Written by Radio

Poll Winners: They’re Not News

Bank Holidays at radio stations tend to mean the regular talent getting the day off. If it’s Christmas, then they may get a full fortnight away.
Listening patterns are different at Bank Holidays. People don’t get up as early since they don’t need to get to work. They’re more likely to be traveling – seeing friends and family – as anyone who spent today on a motorway or at a mainline train station can attest.
So radio stations behave differently, and an old favourite is the listener top 100 or 500 countdown. It may be tracks, artists or albums that are being counted down. It might be a broad subject (songs of all time) or it might be based on a narrow list (albums from the last ten years).
The regular playlist tends to get ditched and large parts of the day are handed over to a countdown probably determined by some kind of listener vote. Invariably the list being counted down is probably close to the usual fare. Stations aren’t trying to completely disenfranchise listeners.
The idea is to generate an event. It’s a cheap and easy way to push listening hours. It’s all your favourites, and there won’t be any repetition!
All well and good.*
But don’t mistake this for actually being important. Listeners to certain stations tend to vote in certain ways. A BBC 6Music countdown will be different to a Capital FM countdown.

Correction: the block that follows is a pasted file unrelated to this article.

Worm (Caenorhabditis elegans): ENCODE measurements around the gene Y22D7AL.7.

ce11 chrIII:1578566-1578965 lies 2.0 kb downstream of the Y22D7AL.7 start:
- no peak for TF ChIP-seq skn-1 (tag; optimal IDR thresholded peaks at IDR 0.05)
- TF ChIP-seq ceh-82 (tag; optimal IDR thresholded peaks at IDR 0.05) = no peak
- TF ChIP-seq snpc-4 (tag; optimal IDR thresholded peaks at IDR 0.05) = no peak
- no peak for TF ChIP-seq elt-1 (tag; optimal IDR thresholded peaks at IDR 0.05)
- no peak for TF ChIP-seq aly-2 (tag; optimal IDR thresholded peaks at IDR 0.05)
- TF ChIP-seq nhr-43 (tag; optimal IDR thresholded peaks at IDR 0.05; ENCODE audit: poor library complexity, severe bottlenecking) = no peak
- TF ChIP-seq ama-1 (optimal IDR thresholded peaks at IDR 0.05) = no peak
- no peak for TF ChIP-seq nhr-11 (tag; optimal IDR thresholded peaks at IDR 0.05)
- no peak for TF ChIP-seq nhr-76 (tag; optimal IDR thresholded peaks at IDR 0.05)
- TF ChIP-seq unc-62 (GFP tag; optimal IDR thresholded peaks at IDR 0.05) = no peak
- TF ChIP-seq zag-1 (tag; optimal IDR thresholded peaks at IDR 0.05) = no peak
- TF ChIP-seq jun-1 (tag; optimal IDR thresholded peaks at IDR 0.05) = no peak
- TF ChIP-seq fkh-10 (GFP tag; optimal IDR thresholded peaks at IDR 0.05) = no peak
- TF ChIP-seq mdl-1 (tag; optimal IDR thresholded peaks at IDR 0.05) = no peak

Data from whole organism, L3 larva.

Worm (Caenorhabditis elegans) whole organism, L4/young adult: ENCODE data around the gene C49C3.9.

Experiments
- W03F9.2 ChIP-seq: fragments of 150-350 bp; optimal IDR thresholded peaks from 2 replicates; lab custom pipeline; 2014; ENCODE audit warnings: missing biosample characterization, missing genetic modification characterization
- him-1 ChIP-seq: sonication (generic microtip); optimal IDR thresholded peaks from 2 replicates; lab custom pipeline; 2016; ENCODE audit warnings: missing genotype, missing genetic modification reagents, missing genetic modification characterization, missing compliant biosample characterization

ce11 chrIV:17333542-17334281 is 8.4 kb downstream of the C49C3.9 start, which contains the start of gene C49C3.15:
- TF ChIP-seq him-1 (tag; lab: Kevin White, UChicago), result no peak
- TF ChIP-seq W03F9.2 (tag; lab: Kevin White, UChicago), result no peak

So it’s always a bit irritating when, even though it’s a slow news day, the BBC somehow promotes one of these lists as being somehow newsworthy.
Today we have Radio 2 listeners voting Coldplay’s A Rush of Blood to the Head as being their favourite of all time. And this is on the BBC News website.
Now aside from clearly all having long-term memory losses, this tells us nothing of importance. This isn’t a statistically robust poll carried out by a research company. It’s a self-selecting sample of listeners to a particular radio station making their choices.
It’s irrelevant in a wider context.
Should Radio 2 go to town on their station about the results on their own station? Absolutely.
Should they put the results on the Radio 2 website? Certainly.
Should the “news” of the poll winner be published on the BBC News website (even in the Entertainment section)? No. It’s not news.
If this were a one-off, then I wouldn’t mind. But the BBC did the same thing back in February when 6 Music listeners were voting their favourite track of the last ten years. Coldplay won that vote too.
Over on Classic FM, they’re having their annual Hall of Fame countdown too (Will it be Rachmaninov’s Piano Concerto again? Probably**). I rather suspect that the “winner” won’t be on the BBC News site later. Yet the results of their poll are about as relevant – or irrelevant – as the Radio 2’s poll.
And I’m sure that up and down the country other radio stations have been playing their own lists out over the Easter period.
As far as news goes, these things are no more newsworthy than the results of self-selecting online polls on websites. Fun, but nothing more.
* I say “well and good”, but I do think they’re a bit lazy and long in the tooth, although I will admit that on some stations, they’re fondly looked forward to amongst listeners, in the same way as I once upon a time used to care about the weekly charts.
** And it was. Rachmaninov’s Piano Concerto No. 2 has won 8 of the 18 polls that Classic FM has run since 1996, including the last three.